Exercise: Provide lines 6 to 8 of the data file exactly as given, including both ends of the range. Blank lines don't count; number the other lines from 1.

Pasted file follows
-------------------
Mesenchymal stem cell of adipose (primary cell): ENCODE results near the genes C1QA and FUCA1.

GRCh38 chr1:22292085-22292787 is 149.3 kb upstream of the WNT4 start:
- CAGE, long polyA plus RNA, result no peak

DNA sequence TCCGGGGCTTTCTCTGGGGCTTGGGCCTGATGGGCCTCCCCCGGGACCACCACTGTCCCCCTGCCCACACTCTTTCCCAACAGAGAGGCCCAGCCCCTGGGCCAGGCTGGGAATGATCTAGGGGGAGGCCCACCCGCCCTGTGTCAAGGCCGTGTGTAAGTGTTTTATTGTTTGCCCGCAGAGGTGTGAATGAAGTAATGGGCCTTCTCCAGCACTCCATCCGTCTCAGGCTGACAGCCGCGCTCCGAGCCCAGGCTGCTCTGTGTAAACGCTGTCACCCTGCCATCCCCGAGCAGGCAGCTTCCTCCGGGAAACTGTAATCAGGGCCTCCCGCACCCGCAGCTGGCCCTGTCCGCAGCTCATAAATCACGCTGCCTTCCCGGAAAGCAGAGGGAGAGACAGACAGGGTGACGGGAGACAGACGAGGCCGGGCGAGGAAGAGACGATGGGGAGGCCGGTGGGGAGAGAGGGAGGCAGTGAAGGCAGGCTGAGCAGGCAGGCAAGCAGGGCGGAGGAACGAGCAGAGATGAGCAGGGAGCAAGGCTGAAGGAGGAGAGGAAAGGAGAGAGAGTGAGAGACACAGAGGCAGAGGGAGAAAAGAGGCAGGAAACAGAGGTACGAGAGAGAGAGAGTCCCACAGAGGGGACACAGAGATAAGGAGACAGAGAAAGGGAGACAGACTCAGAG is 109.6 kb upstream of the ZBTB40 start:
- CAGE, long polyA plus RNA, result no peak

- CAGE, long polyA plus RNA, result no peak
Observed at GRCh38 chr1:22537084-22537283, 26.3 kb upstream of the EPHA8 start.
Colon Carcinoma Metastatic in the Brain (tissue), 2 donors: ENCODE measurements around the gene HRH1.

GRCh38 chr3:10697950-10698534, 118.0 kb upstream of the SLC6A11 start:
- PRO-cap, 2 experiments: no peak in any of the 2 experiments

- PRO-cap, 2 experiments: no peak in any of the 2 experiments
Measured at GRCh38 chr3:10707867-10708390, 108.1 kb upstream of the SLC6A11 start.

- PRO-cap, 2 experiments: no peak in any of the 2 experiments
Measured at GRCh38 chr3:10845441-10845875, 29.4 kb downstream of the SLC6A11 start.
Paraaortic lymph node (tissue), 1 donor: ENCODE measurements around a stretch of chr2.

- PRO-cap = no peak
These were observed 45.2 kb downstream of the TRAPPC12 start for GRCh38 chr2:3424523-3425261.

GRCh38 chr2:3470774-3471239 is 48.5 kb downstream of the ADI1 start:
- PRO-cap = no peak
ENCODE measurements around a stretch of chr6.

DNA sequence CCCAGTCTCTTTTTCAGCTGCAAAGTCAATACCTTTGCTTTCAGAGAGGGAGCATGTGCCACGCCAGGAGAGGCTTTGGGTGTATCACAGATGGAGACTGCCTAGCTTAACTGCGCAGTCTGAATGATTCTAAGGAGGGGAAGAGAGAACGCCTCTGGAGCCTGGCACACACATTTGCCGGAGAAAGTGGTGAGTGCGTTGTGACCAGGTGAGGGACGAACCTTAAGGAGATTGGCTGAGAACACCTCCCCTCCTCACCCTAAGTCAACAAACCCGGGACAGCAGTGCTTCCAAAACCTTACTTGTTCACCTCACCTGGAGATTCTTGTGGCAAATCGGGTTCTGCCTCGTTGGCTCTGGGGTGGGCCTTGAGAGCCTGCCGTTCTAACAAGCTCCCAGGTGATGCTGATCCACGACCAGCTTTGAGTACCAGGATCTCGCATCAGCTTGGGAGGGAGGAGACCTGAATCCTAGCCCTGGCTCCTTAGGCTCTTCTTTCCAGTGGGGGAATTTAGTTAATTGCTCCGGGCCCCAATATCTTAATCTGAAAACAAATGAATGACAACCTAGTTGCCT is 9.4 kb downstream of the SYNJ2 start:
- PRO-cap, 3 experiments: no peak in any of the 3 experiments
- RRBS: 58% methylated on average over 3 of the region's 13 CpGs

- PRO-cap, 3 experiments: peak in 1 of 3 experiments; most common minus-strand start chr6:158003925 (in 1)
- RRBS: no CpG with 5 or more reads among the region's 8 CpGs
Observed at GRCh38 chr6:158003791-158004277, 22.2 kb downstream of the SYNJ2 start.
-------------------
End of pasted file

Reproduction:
- CAGE, long polyA plus RNA, result no peak
Observed at GRCh38 chr1:22537084-22537283, 26.3 kb upstream of the EPHA8 start.
Colon Carcinoma Metastatic in the Brain (tissue), 2 donors: ENCODE measurements around the gene HRH1.